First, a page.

She proceeded to tell us about how it is the biggest festival of the year (according to the website, the festival attracts 100,000 people), and there would be live music, vendors, FOOD, etc. Obviously, we decided to stick around.

(After doing some basic research, I learned that the festival is an unofficial 'homecoming' event and bears its name as a result of Dundas' recognition as a producer of greenhouse cacti.)

Given that we were there right when the festival kicked off at 6pm on a Friday night (although we did miss the Cactus Festival parade!), it wasn't in full swing - but the place was packed.

What we found at the Cactus Festival was your usual mix of jewellery, clothes and service vendors (many of the King St. storefronts had little booths outside), as well as LOTS of food options (including our favourite food trucks!). This time around, we opted for a festival-appropriate dinner choice, the aptly-named Thirsty Cactus.

As we wandered up and down King St. that evening, we realized that this was not only a popular festival about which Dundas residents seemed extremely excited and proud, but also a great free event (akin to so many other summer festivals in Hamilton) that importantly allow the community to get out, interact and see the best that certain towns and neighbourhoods have to offer - but we never did spy a cactus!

Wednesday, August 22, 2012

Food trucks, glorious food trucks

So there's this show on the Food Network that always makes me hungry. Its called Eat St. and essentially, they go around the U.S. and Canada visiting amazing food trucks and profiling their delicacies - everything from Mexican to gourmet chicken wings to vegetarian cuisine, all at a street corner near you.

The food on there always looks so gourmet, so fresh, so different from the ordinary (these 'food truck chefs' seem to always come up with their own sauces, their unique spin on dishes and like to use fresh ingredients.)

All this to say that, aside from ice cream/fry trucks, I don't think I'd ever seen one of the new generation of food trucks - until I moved to Hamilton.

Our first interaction with Hamilton's burgeoning food truck scene was last summer at the Festival of Friends in Ancaster. The newest and most popular kid on the block, Gorilla Cheese, was there (the name of this truck is fantastic). Hubby, of course, had to partake (sadly, I don't eat cheese so I probably won't ever get to taste the delicacy that is Gorilla Cheese, unless they can throw together some lactose-free variety!) Needless to say, he agreed with all of the praise other people had heaped on Gorilla's version of these classic sandwiches.

We then started to notice more and more 'food trucks' around Hamilton - such a noticeable change from Toronto, where I don't think I had even seen one (apart from the aforementioned fry/hotdog/ice cream vans). In Hamilton, we even noticed bakery food trucks parked outside of the mall - I mean, who doesn't want a cupcake when they're shopping on a Saturday morning?!

I know its not exclusively a Hamilton thing, but this city does seem to have more than its share of these delicacies on wheels (as evidenced by the Sew Hungry event that pops up every so often on Ottawa Street - we keep missing out on this one, but apparently, we didn't have to wait for this event to experience a whole crew of food trucks in one spot!)

Essentially, hubby found out via Twitter last week that several food trucks were gathering in a certain spot on the mountain and we got in the car and headed out there. Yes, recently, we went to our first gathering of food trucks and had dinner. A good number of trucks showed up to the event, including one serving Schnitzel, another offering Greek food, a couple of BBQ/Southern trucks and of course, Gorilla Cheese.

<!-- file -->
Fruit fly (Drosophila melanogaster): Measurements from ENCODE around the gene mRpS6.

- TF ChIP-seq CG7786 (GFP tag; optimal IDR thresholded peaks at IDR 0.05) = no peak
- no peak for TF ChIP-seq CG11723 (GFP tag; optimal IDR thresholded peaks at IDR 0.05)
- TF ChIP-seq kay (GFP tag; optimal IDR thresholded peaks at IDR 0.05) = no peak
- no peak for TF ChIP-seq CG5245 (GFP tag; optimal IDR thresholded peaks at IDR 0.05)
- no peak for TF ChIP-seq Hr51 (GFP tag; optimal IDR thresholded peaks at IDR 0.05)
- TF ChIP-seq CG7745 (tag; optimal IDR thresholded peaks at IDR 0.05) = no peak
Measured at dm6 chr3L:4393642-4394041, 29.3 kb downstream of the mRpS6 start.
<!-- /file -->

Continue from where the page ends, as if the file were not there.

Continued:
We opted to try out one of the newer food trucks - Dirty South. I chose the chicken tacos, while hubby had a pulled pork sandwich - they do have an awesome looking chicken sandwich made with WAFFLES - but neither of us felt we could handle it that day! Anyway, the food was great, the place was packed and it was great to see so many Hamiltonians gathering to try out the tasty local food truck fare for dinner. Other than the cupcake truck (which is so yum!) Dirty South might be my new fave restaurant on wheels.

A few days later, we ran into more food trucks at the Dundas Cactus Festival (which I'll talk about in another post), but if you have a fave local food truck, please feel free to share your thoughts in the comments below!

Monday, July 16, 2012

A new perspective

First of all, let me apologize for having been MIA from this blog for a couple of months. Its not that we've given up on exploring Hamilton - far from it! Rest assured, we're still busy eating in all of our favourite restaurants (plus some new ones!) and taking in the best activities Hamilton has to offer - like Art Crawl, the Art Gallery, the trails (which the dog LOVES!) etc...

But while this blog originally started as a means to document a young couple's exploration of our new home and all it has to offer (and also a dog's eye view of the city!) we'll now also be looking for baby and kid-friendly Hamilton events, activities and pastimes. Yes, we're expecting a new little Hamiltonian soon!

True, the little one won't be able to fully appreciate all of Hamilton's uniqueness and excitement for awhile, but its never too early to start researching, right?

From the get-go, I'm really not sure what Hamilton has to offer when it comes to kids activities. I mean, there are the obvious playgrounds, festivals and mommy/baby groups/yoga/swimming (things I'm sure we could find if we lived in Hamilton, Toronto, Waterloo, wherever...) but what about child-friendly pastimes that are unique to the Hamilton area?

Based on some initial quick research, here is what I've found:

1) The Art Gallery of Hamilton seems to have kid-friendly activities for different age groups (summer camps and family fun days). Never too early to start them on a path towards culture and art appreciation, I think!